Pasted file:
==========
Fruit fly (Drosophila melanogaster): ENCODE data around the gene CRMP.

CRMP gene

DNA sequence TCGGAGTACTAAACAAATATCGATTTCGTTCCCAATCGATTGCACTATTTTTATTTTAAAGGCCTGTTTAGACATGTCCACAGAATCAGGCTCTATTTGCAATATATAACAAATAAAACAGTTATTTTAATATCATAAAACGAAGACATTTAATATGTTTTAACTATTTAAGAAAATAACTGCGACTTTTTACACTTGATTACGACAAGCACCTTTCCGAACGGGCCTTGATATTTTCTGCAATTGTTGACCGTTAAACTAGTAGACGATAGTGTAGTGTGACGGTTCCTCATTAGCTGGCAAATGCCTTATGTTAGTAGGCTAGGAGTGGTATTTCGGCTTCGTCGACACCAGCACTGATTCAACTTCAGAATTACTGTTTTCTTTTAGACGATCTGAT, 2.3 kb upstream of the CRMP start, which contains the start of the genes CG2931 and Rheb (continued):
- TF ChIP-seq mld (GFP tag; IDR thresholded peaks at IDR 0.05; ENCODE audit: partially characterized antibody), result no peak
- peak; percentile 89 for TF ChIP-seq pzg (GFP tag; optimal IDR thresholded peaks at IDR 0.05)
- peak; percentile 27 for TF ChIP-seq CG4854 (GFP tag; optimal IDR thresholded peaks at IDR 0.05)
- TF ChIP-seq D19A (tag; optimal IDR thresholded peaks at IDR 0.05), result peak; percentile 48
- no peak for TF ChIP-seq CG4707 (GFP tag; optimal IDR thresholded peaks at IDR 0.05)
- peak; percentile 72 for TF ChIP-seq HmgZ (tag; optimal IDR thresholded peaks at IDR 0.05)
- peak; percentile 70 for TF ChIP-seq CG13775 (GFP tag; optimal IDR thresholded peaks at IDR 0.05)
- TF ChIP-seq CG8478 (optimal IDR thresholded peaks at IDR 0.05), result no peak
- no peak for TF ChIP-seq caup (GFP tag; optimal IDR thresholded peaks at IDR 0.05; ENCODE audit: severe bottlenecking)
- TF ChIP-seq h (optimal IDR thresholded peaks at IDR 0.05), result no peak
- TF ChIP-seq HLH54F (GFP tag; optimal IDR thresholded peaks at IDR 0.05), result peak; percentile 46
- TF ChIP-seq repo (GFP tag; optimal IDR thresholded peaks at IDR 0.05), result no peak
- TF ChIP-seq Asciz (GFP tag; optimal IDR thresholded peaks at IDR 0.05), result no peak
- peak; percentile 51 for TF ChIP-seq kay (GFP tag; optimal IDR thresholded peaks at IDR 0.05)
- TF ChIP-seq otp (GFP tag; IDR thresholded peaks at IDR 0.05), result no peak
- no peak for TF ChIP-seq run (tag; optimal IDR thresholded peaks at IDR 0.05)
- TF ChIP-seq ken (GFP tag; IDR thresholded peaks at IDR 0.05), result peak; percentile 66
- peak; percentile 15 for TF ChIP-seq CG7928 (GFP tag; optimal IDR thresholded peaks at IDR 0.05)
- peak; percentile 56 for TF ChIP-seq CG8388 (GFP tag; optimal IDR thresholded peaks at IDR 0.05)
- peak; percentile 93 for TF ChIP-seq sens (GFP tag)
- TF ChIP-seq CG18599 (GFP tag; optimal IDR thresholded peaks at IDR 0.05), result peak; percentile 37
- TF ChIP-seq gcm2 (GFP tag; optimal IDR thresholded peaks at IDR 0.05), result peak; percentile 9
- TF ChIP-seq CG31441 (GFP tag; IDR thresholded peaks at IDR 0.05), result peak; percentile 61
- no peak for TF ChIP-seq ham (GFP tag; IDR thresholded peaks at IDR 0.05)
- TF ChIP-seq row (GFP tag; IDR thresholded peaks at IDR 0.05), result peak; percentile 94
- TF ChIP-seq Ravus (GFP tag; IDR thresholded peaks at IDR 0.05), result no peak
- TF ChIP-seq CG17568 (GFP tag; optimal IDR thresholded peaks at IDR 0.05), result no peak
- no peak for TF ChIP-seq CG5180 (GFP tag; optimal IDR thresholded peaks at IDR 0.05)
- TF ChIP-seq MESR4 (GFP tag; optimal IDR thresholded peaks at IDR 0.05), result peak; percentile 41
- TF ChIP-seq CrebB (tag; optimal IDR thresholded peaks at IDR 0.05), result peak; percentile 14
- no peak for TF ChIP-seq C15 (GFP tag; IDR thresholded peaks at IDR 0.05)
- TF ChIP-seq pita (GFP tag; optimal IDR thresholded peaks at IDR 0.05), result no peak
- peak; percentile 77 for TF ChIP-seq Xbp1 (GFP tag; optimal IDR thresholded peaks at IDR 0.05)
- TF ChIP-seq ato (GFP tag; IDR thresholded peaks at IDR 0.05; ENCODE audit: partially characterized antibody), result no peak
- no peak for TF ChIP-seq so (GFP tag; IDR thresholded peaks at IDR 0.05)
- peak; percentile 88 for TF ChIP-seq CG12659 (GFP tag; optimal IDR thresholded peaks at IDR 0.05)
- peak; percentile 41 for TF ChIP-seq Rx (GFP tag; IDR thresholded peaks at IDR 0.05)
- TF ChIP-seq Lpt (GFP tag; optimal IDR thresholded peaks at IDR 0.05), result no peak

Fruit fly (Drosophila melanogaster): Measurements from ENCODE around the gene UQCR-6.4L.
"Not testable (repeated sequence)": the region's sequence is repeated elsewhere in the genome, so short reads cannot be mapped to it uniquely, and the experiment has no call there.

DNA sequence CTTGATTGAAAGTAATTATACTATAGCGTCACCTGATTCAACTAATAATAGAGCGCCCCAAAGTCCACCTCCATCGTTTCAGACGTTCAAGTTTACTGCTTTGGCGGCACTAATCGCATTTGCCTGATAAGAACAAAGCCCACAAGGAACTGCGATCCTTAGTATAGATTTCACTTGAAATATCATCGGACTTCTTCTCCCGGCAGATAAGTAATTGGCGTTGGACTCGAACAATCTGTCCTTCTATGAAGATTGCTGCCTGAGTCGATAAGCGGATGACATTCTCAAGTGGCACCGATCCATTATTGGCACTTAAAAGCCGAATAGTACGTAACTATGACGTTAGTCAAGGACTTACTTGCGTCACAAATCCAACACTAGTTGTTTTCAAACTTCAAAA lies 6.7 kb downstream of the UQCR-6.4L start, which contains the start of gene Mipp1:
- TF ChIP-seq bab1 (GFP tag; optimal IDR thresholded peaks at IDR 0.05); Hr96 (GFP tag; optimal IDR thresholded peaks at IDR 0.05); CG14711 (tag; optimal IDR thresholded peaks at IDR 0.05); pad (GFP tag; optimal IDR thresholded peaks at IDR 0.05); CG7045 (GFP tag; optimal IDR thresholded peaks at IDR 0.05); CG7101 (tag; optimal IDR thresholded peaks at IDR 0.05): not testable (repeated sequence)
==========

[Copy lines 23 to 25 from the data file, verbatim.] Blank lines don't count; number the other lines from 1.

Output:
- peak; percentile 93 for TF ChIP-seq sens (GFP tag)
- TF ChIP-seq CG18599 (GFP tag; optimal IDR thresholded peaks at IDR 0.05), result peak; percentile 37
- TF ChIP-seq gcm2 (GFP tag; optimal IDR thresholded peaks at IDR 0.05), result peak; percentile 9